|Authors: ||A.N. Mininni, C. Fausto, A. Sofo, P. Ricciuti, V. Nuzzo, C. Xiloyannis|
|Keywords: ||metagenomic analysis, soil organic carbon, resilience of ecosystem, circular economy|
Soil restoration is an important challenge of the 21st century, facing the increasing soil degradation, characterized by decline in quality and decrease in ecosystem goods and services.
Several studies confirmed that sustainable orchard management practices might sequester atmospheric CO2 into soil, tree biomass and litter, enhancing soil organic carbon (SOC) stock and biodiversity.
Higher biodiversity in ecosystems leads to greater stability and multifunctionality.
In bacteria-plant interactions, both the bacteria and the plant profit from each other.
These interactions play an important role in agriculture, positively affecting plant status and improving product quality.
This study aimed at evaluating soil N/C parameters and microbial communities in soil, leaf (aerial part) and xylem sap between olive trees managed under sustainable practices for 17 years (i.e., no-tillage, drip irrigation with urban wastewater and recycling of polygenic carbon sources, like cover crops and pruning material) and trees managed under conventional ones (i.e., soil tillage, burning of pruning residues, mineral fertilization, rainfed), in a mature olive grove located in Southern Italy.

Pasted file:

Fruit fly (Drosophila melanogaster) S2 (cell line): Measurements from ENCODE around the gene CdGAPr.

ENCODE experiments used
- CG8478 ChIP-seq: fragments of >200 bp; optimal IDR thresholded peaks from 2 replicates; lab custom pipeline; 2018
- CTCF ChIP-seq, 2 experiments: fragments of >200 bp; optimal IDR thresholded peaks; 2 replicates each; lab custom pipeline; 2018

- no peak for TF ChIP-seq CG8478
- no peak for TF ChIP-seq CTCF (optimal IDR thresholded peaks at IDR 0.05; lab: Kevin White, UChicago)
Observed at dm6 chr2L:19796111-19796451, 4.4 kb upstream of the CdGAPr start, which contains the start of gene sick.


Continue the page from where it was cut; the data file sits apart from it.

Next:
In March 2017, samples of soil, leaf and xylem sap were collected in both treatments for DNA extraction and metagenomic analysis of the microbial communities.
Soil samples were also collected for chemical and metabolic analyses.
Results revealed that the long-term adoption of sustainable agricultural practices increased SOC, organic-N, and microbial biodiversity, with positive effects on plant growth protection and crop quality of olive plants.
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